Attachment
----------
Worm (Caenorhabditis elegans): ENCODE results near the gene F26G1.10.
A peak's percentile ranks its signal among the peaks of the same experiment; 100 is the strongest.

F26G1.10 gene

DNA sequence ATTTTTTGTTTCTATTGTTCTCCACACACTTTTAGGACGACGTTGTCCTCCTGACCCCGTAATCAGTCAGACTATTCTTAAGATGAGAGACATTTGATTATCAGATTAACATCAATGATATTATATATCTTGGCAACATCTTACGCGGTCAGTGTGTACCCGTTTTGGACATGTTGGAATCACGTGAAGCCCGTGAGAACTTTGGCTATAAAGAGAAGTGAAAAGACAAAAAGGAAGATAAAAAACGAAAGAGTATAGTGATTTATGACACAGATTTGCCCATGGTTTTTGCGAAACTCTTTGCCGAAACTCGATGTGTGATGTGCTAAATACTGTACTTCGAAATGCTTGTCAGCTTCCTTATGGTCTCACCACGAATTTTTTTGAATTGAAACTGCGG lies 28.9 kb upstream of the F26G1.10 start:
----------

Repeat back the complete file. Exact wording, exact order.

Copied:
Worm (Caenorhabditis elegans): ENCODE results near the gene F26G1.10.
A peak's percentile ranks its signal among the peaks of the same experiment; 100 is the strongest.

F26G1.10 gene

DNA sequence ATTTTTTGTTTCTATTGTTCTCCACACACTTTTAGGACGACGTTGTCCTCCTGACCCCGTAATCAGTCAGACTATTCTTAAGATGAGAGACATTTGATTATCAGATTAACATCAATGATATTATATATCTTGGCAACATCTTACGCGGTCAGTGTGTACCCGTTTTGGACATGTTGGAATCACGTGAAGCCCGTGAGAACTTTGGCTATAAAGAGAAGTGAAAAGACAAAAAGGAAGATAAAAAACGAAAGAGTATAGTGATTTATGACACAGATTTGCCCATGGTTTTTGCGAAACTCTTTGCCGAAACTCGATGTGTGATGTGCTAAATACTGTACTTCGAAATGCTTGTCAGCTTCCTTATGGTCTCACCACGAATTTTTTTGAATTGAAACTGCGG lies 28.9 kb upstream of the F26G1.10 start: